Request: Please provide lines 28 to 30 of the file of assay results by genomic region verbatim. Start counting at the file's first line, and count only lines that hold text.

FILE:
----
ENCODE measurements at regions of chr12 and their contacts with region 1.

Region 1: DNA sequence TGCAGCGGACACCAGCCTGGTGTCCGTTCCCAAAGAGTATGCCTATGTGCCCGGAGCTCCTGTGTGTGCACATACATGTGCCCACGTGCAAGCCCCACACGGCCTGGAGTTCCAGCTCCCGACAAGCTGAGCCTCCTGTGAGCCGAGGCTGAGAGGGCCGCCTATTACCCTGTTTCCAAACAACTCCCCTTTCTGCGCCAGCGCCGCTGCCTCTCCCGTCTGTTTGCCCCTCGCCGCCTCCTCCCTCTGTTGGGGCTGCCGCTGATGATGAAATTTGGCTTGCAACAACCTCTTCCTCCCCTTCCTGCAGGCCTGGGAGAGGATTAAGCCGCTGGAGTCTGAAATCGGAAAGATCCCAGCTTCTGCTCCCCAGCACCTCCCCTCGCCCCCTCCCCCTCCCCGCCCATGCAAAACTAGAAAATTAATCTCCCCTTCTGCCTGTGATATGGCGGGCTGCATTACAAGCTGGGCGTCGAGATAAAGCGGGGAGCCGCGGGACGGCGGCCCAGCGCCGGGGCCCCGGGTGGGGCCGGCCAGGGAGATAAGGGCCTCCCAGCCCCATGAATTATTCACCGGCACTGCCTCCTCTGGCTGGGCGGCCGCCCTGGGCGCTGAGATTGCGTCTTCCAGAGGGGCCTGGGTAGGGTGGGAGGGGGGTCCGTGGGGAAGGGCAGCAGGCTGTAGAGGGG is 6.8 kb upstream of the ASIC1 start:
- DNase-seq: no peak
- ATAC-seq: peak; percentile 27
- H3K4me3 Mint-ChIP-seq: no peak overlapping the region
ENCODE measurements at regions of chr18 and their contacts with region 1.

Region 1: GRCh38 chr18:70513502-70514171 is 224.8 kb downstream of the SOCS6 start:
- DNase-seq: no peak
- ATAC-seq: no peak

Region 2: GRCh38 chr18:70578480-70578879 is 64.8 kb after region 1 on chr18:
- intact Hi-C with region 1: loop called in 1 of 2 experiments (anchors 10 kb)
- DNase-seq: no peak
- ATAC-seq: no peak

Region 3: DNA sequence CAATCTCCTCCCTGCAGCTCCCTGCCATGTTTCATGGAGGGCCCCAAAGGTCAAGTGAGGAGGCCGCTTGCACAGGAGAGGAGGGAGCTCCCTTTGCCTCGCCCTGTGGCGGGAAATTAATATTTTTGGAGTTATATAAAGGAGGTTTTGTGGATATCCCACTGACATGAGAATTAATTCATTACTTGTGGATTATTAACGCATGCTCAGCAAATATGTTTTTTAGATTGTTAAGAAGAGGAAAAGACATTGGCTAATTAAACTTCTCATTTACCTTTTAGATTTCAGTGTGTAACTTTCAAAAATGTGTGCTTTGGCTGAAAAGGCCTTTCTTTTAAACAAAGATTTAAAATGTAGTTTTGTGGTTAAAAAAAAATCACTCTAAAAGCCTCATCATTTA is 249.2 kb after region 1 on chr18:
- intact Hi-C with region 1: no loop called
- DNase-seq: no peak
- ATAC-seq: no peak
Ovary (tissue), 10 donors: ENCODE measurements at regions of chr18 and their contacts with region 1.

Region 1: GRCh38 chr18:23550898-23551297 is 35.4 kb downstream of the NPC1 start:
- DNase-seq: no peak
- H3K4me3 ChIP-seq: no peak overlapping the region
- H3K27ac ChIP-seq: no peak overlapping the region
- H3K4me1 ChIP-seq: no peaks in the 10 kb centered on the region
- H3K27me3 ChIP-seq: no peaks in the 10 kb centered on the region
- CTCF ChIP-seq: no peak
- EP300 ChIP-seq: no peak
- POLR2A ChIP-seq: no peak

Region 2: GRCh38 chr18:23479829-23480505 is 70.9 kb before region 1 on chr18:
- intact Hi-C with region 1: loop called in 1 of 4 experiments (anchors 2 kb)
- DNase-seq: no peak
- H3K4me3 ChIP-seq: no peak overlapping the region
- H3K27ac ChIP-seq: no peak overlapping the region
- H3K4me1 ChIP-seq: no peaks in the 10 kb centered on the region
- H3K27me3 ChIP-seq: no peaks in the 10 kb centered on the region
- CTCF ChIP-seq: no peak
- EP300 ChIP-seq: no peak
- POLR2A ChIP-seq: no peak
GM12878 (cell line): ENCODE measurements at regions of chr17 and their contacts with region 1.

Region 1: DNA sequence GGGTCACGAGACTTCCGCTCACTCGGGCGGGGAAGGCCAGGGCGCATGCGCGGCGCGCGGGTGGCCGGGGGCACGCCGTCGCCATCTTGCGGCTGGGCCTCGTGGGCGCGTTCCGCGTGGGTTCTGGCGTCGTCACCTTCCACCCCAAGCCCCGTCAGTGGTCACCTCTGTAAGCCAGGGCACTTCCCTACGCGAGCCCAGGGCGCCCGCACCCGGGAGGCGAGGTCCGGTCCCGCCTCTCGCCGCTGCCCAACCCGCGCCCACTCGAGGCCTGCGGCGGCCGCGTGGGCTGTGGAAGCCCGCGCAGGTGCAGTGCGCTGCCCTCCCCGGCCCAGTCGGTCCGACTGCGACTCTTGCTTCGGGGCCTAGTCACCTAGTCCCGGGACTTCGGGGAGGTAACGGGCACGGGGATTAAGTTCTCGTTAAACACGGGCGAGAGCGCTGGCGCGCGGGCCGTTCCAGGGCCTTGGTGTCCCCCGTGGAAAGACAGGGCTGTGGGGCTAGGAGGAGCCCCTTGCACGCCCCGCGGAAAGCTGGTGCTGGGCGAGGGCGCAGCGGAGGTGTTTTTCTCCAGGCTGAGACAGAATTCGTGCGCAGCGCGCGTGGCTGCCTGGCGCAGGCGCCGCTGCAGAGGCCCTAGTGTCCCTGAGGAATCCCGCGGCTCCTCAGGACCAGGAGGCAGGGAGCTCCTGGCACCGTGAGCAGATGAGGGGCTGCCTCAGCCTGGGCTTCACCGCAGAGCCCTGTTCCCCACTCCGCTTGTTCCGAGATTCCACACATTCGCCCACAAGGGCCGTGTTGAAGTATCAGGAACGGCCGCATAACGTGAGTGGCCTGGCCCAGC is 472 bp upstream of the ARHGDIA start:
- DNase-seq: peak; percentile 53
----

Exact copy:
Region 2: GRCh38 chr18:23479829-23480505 is 70.9 kb before region 1 on chr18:
- intact Hi-C with region 1: loop called in 1 of 4 experiments (anchors 2 kb)
- DNase-seq: no peak